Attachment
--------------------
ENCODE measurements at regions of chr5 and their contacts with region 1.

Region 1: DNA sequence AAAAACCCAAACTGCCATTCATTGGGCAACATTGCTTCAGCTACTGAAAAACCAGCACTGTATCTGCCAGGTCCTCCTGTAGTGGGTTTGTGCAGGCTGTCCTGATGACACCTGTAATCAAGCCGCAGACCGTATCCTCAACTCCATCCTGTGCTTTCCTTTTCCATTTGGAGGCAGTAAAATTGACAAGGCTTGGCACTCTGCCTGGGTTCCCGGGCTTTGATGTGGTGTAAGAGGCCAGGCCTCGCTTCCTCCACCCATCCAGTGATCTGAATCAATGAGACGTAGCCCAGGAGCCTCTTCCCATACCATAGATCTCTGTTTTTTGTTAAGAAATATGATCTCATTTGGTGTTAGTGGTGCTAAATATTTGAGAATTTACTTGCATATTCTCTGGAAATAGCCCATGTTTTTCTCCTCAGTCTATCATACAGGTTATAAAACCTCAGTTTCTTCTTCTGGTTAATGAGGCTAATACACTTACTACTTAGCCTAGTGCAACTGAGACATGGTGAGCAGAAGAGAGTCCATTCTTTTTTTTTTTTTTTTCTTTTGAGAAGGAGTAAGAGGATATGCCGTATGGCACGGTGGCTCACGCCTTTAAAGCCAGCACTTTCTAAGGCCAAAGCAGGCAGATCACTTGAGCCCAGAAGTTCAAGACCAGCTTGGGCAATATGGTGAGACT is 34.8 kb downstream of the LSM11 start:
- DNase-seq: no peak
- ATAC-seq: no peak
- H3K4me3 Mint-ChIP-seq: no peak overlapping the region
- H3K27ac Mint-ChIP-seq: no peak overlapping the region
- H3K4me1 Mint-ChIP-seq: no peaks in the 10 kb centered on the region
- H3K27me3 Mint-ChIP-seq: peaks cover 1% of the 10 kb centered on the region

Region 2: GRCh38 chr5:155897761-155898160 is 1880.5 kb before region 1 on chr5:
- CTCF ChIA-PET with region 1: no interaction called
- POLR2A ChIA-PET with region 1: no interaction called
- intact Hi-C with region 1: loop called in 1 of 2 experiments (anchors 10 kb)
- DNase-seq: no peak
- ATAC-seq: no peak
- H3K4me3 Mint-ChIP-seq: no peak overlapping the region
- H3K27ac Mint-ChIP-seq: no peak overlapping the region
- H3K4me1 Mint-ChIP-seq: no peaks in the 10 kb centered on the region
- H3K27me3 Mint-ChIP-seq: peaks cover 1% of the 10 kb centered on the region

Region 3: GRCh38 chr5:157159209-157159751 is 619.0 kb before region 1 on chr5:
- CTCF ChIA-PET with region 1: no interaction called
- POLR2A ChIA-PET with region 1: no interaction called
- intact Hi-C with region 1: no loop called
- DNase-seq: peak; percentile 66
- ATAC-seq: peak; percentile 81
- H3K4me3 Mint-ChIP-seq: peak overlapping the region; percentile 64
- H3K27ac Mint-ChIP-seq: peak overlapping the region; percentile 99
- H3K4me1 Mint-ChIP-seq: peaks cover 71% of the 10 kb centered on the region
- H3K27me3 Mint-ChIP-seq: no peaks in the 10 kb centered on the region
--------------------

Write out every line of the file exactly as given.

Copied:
ENCODE measurements at regions of chr5 and their contacts with region 1.

Region 1: DNA sequence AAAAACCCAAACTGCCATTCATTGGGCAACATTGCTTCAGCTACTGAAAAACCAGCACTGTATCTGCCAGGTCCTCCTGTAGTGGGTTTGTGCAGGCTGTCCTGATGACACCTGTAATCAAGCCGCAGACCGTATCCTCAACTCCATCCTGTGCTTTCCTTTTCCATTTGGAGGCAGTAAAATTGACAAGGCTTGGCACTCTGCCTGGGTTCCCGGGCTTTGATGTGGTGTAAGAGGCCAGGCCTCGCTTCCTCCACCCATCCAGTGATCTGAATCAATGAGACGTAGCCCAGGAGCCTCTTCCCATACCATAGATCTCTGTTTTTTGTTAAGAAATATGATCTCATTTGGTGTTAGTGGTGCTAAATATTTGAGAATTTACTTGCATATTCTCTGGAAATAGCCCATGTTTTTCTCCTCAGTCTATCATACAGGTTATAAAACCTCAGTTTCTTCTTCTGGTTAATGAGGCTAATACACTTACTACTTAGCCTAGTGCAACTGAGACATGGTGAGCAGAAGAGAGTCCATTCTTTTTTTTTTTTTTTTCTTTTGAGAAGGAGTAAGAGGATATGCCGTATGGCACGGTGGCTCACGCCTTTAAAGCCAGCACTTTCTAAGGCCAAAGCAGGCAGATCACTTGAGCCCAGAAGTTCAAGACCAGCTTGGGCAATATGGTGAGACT is 34.8 kb downstream of the LSM11 start:
- DNase-seq: no peak
- ATAC-seq: no peak
- H3K4me3 Mint-ChIP-seq: no peak overlapping the region
- H3K27ac Mint-ChIP-seq: no peak overlapping the region
- H3K4me1 Mint-ChIP-seq: no peaks in the 10 kb centered on the region
- H3K27me3 Mint-ChIP-seq: peaks cover 1% of the 10 kb centered on the region

Region 2: GRCh38 chr5:155897761-155898160 is 1880.5 kb before region 1 on chr5:
- CTCF ChIA-PET with region 1: no interaction called
- POLR2A ChIA-PET with region 1: no interaction called
- intact Hi-C with region 1: loop called in 1 of 2 experiments (anchors 10 kb)
- DNase-seq: no peak
- ATAC-seq: no peak
- H3K4me3 Mint-ChIP-seq: no peak overlapping the region
- H3K27ac Mint-ChIP-seq: no peak overlapping the region
- H3K4me1 Mint-ChIP-seq: no peaks in the 10 kb centered on the region
- H3K27me3 Mint-ChIP-seq: peaks cover 1% of the 10 kb centered on the region

Region 3: GRCh38 chr5:157159209-157159751 is 619.0 kb before region 1 on chr5:
- CTCF ChIA-PET with region 1: no interaction called
- POLR2A ChIA-PET with region 1: no interaction called
- intact Hi-C with region 1: no loop called
- DNase-seq: peak; percentile 66
- ATAC-seq: peak; percentile 81
- H3K4me3 Mint-ChIP-seq: peak overlapping the region; percentile 64
- H3K27ac Mint-ChIP-seq: peak overlapping the region; percentile 99
- H3K4me1 Mint-ChIP-seq: peaks cover 71% of the 10 kb centered on the region
- H3K27me3 Mint-ChIP-seq: no peaks in the 10 kb centered on the region